If an employee who has not given notice of his claim of common law rights of action under section twenty-four, or who has given such notice and waived the same, receives a personal injury arising out of and in the course of his employment, or arising out of an ordinary risk of the street while actually engaged, with his employer's authorization, in the business affairs or under-takings of his employer . . . he shall be paid compensation by the insurer or self-insurer. . . . For the purposes of this section any person, while operating or using a motor or other vehicle, whether or not belonging to his employer, with his employer's general authorization or approval, in the performance of work in connection with the business affairs or undertakings of his employer. . . shall be conclusively presumed to be an employee. . . .

(Emphases added.)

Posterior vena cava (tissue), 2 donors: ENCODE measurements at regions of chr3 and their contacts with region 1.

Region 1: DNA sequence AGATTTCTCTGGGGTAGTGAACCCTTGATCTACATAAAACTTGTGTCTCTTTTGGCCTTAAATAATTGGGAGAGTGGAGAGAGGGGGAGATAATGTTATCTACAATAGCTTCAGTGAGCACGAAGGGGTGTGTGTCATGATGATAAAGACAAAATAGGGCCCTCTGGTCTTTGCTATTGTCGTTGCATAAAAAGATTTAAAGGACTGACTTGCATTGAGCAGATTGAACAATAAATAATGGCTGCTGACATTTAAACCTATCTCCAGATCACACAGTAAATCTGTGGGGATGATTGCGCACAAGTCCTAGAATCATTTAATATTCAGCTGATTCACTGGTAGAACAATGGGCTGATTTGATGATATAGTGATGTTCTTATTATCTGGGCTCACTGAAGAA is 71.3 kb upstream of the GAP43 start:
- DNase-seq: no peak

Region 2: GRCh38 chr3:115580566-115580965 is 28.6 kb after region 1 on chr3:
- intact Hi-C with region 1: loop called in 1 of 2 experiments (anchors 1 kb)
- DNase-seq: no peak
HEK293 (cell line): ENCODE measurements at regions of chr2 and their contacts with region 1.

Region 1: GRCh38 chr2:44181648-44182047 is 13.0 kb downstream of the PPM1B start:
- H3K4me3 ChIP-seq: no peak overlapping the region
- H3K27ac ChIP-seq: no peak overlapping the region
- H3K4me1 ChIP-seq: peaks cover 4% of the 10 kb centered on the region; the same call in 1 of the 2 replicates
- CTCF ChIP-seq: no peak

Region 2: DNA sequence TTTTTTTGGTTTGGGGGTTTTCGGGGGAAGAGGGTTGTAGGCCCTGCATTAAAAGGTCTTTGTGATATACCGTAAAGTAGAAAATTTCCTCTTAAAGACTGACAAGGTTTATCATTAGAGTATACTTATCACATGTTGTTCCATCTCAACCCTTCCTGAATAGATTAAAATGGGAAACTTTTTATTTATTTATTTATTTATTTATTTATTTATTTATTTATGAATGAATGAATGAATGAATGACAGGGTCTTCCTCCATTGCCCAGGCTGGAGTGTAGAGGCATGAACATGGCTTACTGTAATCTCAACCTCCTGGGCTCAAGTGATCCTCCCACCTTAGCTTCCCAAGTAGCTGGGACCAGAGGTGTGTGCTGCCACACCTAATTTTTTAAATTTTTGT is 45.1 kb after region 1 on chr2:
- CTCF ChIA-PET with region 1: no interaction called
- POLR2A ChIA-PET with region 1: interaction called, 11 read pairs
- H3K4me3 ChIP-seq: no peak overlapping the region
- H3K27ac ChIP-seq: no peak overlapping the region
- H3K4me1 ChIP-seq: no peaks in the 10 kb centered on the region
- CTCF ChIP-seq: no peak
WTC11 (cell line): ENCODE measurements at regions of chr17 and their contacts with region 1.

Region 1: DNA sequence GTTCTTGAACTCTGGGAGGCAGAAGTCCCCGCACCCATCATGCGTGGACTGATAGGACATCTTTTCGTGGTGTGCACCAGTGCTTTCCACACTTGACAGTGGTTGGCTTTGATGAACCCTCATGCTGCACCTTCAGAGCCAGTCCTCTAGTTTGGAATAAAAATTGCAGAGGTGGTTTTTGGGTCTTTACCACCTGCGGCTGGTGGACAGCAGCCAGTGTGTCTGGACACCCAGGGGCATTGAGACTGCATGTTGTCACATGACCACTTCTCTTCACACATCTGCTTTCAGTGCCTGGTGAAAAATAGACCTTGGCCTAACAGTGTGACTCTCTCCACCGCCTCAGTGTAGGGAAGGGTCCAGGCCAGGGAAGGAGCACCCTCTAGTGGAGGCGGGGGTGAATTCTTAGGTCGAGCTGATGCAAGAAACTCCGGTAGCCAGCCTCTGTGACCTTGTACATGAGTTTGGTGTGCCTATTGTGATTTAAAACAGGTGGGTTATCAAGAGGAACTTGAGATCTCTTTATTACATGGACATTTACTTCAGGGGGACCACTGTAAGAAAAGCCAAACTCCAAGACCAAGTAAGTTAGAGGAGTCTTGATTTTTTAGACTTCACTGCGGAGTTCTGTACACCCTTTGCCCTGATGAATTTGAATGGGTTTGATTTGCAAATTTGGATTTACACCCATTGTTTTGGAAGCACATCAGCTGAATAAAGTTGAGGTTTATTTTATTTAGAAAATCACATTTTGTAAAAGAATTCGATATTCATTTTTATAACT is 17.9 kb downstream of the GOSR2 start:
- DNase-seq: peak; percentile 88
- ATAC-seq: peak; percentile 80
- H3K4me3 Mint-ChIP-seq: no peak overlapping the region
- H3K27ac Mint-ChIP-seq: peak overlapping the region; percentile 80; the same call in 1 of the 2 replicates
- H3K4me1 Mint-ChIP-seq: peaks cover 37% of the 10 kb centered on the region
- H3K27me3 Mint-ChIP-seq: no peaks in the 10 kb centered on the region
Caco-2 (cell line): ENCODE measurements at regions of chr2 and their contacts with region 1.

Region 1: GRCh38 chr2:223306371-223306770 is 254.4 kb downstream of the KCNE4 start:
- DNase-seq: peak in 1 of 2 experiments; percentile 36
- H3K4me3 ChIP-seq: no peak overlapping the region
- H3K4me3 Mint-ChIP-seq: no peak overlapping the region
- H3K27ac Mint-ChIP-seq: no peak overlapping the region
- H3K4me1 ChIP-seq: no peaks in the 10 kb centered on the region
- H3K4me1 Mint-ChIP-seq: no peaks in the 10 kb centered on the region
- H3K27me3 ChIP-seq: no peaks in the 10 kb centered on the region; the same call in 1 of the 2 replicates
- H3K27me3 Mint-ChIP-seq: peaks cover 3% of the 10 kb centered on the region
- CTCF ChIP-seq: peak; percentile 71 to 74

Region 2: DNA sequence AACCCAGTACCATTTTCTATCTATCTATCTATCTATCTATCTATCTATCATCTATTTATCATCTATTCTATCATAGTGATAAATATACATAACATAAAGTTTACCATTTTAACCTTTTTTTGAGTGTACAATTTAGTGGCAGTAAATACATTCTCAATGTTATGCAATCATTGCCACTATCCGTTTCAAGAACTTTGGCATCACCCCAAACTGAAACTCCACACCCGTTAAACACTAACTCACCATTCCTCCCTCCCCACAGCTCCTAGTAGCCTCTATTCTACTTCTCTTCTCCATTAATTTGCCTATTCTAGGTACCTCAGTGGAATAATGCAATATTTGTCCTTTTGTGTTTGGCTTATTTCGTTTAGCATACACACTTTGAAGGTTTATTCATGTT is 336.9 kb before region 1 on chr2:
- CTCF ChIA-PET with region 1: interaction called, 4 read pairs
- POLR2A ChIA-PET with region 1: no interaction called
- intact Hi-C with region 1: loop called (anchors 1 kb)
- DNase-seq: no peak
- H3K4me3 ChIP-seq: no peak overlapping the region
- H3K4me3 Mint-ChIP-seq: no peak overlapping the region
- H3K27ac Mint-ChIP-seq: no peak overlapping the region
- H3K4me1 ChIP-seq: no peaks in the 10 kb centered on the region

[2] The employee cites Rouse v. Greater Lynn Mental Health, 16 Mass. Workers' Comp. Rep. 7 (2002), aff'd sub nom. Rouse's Case, Appeals Court No. 02-J-0048 (slip op.) (March 3, 2004), as support for his claim. The facts in Rouse, however, are distinguishable. There a home health aide fell on her way to cover the employer's obligation to care for a client who was homebound due to a snowstorm. Ms. Rouse made that special trip due to the moral imperative to take care of the client, as she was one of a select few nurses preferred by the employer to handle that client; therefore, we held that the work impelled her trip. Rouse, supra at 11-13. See Caron's Case, 351 Mass. 406, 409 (1966). The employee argues that he, too, was a "preferred" employee, having been specially selected to attend the morning meeting. (Employee br. 9; Tr. 11.) The hole in the employee's argument is that he was not injured while driving from his home to the meeting, or from the meeting back to his home.